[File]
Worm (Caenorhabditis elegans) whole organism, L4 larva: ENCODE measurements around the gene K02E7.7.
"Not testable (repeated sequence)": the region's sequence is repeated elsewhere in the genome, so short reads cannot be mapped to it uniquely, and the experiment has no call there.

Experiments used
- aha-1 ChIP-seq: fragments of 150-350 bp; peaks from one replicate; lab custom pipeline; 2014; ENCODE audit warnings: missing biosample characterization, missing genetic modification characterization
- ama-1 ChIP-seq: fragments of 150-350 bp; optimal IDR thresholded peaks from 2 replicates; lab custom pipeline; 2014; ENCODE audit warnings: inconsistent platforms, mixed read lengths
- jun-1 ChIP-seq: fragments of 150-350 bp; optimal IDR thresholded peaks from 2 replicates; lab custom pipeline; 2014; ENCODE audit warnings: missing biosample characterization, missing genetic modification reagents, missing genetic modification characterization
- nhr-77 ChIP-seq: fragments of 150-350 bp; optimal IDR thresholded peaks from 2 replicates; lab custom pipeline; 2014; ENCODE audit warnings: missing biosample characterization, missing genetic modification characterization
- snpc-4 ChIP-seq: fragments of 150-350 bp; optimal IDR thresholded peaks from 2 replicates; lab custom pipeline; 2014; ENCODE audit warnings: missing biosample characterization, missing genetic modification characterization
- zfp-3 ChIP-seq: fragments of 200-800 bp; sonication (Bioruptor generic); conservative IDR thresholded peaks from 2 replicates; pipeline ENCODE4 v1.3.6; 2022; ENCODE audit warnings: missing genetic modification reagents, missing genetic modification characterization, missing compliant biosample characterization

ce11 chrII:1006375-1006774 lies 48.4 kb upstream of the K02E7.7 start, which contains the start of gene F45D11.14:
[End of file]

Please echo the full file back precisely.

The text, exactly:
Worm (Caenorhabditis elegans) whole organism, L4 larva: ENCODE measurements around the gene K02E7.7.
"Not testable (repeated sequence)": the region's sequence is repeated elsewhere in the genome, so short reads cannot be mapped to it uniquely, and the experiment has no call there.

Experiments used
- aha-1 ChIP-seq: fragments of 150-350 bp; peaks from one replicate; lab custom pipeline; 2014; ENCODE audit warnings: missing biosample characterization, missing genetic modification characterization
- ama-1 ChIP-seq: fragments of 150-350 bp; optimal IDR thresholded peaks from 2 replicates; lab custom pipeline; 2014; ENCODE audit warnings: inconsistent platforms, mixed read lengths
- jun-1 ChIP-seq: fragments of 150-350 bp; optimal IDR thresholded peaks from 2 replicates; lab custom pipeline; 2014; ENCODE audit warnings: missing biosample characterization, missing genetic modification reagents, missing genetic modification characterization
- nhr-77 ChIP-seq: fragments of 150-350 bp; optimal IDR thresholded peaks from 2 replicates; lab custom pipeline; 2014; ENCODE audit warnings: missing biosample characterization, missing genetic modification characterization
- snpc-4 ChIP-seq: fragments of 150-350 bp; optimal IDR thresholded peaks from 2 replicates; lab custom pipeline; 2014; ENCODE audit warnings: missing biosample characterization, missing genetic modification characterization
- zfp-3 ChIP-seq: fragments of 200-800 bp; sonication (Bioruptor generic); conservative IDR thresholded peaks from 2 replicates; pipeline ENCODE4 v1.3.6; 2022; ENCODE audit warnings: missing genetic modification reagents, missing genetic modification characterization, missing compliant biosample characterization

ce11 chrII:1006375-1006774 lies 48.4 kb upstream of the K02E7.7 start, which contains the start of gene F45D11.14: